The cost of a typical U.S. mortgage has reached its highest level since the 2008 financial crisis as the country struggles to contain soaring home prices.
The average rate on a 30-year mortgage hit 6.02 percent this week, more than twice the rate of a year ago.
For families looking to buy a home, these moves exacerbate affordability issues.
The increase comes as the U.S. central bank aggressively raises interest rates to ease the pressures driving up inflation across the economy.
The U.S. Department of Labor said this week that U.S. consumer prices rose 8.3 percent in the year ending in August, the fastest increase in nearly 40 years.
The figure was higher than expected, raising expectations that the Federal Reserve will continue to raise interest rates sharply. Mortgage rates soared in an expected move.
Sam Hart, chief economist at Freddie Mac, the government-sponsored mortgage company that released the rate data, said, “Interest rates continued to rise this week, and the inflation data came in higher than expected, exceeding 6 percent for the first time since late 2008.” .
By raising borrowing costs, policymakers hope to reduce demand from businesses and households, thereby reducing the pressure to push prices higher.
In the real estate market, however, property prices continue to climb, although higher interest rates have slowed sales.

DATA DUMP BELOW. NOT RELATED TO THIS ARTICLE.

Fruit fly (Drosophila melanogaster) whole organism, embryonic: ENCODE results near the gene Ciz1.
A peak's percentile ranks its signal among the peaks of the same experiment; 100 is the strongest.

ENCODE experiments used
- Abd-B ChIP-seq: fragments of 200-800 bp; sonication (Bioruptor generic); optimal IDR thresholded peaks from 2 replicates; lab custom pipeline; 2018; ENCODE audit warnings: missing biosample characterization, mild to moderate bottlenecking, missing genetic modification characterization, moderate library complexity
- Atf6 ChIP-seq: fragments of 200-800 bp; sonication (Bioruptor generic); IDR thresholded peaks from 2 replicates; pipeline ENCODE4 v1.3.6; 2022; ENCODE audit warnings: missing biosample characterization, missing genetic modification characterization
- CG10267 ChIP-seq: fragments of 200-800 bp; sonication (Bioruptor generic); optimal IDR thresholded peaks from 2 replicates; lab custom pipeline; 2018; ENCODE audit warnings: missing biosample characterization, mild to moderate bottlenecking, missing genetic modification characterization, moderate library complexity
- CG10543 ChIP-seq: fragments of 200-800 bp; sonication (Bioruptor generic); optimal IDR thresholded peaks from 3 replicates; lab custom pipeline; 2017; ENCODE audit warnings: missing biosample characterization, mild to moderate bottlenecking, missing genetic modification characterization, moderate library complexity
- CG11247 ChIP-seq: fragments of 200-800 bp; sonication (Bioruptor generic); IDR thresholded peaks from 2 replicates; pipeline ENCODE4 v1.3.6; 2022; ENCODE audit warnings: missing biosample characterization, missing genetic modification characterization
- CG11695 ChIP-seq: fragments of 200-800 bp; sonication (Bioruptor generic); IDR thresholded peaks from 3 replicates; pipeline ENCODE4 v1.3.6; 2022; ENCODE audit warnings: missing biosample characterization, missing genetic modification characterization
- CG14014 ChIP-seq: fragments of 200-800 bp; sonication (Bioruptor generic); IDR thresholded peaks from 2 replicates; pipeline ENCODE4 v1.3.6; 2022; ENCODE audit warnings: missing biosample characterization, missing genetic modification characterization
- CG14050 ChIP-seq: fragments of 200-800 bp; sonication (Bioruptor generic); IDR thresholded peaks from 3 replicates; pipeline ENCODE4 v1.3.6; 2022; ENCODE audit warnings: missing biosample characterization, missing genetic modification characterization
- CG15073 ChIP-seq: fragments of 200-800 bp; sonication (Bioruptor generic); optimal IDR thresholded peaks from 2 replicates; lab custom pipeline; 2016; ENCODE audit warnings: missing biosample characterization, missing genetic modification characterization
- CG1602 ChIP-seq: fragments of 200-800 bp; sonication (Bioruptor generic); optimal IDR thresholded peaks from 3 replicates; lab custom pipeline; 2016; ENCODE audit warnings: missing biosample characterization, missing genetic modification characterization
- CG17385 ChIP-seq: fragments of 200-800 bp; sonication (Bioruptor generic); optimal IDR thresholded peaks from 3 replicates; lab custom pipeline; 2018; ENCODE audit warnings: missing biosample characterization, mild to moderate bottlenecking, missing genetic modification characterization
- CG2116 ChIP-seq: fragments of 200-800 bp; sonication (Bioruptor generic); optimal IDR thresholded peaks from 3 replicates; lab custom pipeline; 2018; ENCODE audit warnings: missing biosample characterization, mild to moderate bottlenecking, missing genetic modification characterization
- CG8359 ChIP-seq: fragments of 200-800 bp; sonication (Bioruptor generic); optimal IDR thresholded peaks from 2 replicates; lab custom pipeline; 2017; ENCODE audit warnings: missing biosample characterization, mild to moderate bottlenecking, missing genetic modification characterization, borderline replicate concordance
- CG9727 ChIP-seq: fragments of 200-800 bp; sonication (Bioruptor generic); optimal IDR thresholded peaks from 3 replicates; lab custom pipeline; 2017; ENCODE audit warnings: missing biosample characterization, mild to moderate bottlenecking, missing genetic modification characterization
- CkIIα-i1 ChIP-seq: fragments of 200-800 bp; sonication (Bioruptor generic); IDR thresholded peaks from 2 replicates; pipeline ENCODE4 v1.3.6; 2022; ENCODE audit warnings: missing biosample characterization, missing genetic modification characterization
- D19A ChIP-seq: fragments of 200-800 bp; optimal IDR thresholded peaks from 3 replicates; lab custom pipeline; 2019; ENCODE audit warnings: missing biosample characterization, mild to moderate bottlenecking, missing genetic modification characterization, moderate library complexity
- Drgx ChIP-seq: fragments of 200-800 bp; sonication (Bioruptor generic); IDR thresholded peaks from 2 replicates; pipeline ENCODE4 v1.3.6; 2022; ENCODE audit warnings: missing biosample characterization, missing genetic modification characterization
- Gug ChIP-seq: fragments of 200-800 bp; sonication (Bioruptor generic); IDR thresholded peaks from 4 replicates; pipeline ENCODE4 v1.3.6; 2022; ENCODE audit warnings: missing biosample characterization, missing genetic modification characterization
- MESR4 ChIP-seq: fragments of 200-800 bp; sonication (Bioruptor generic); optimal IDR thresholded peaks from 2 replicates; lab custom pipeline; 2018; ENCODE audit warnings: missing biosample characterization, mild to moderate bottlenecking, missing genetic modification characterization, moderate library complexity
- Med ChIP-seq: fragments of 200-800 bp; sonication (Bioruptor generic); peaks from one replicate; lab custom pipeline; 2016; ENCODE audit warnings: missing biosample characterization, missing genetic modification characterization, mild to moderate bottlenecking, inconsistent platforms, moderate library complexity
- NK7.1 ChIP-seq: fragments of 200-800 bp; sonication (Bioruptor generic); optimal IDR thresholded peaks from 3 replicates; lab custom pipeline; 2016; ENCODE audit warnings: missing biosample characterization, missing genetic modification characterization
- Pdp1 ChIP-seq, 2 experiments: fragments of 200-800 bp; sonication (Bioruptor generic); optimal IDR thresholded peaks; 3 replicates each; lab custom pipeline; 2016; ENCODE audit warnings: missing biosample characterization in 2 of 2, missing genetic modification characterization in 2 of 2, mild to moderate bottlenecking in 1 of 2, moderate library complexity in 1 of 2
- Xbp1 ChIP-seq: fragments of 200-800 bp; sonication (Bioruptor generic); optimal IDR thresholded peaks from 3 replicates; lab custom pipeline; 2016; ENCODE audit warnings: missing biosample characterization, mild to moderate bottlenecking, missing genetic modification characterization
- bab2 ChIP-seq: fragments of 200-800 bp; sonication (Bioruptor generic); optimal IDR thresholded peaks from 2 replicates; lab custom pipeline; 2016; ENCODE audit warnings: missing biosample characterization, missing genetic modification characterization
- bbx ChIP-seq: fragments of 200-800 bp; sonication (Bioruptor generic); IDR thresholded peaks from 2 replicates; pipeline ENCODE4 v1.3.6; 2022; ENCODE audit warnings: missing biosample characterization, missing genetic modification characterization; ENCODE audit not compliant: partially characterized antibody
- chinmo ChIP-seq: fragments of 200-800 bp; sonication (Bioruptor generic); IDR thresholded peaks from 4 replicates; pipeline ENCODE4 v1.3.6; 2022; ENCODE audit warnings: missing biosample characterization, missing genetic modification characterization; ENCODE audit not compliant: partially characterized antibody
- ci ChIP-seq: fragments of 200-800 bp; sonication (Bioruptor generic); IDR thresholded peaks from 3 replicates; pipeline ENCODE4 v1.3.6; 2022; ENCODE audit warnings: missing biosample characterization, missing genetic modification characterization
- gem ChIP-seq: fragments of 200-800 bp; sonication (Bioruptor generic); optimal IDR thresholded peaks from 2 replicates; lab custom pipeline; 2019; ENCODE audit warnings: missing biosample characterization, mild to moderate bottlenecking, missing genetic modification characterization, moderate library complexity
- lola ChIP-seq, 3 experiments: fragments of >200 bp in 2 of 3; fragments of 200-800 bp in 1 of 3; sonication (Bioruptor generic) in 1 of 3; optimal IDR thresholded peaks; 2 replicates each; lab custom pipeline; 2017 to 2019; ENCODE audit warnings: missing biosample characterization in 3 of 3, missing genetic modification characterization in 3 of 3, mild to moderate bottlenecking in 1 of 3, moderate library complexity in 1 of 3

In July, the cost of a typical U.S. home exceeded $400,000 (£348,000), up more than 10 percent from a year ago.
“While interest rate hikes will continue to dampen demand and put downward pressure on home prices, inventory remains inadequate,” Mr. Khater said.
End of low borrowing costs
The spike in mortgage rates is a clear shift in the U.S. real estate market, where borrowing costs have been relatively low since 2008, when the U.S. central bank cut interest rates sharply to help bolster the economy during the financial crisis.
When the epidemic hit in 2020, the Federal Reserve cut rates again, helping usher in a frenzied period of home buying in which home prices rose in record numbers.
That era ended in March, when banks began rapidly raising interest rates in response to signs that rapid price increases were becoming entrenched throughout the economy.
Many mortgage brokers and real estate agents have announced layoffs in response to the economic slowdown.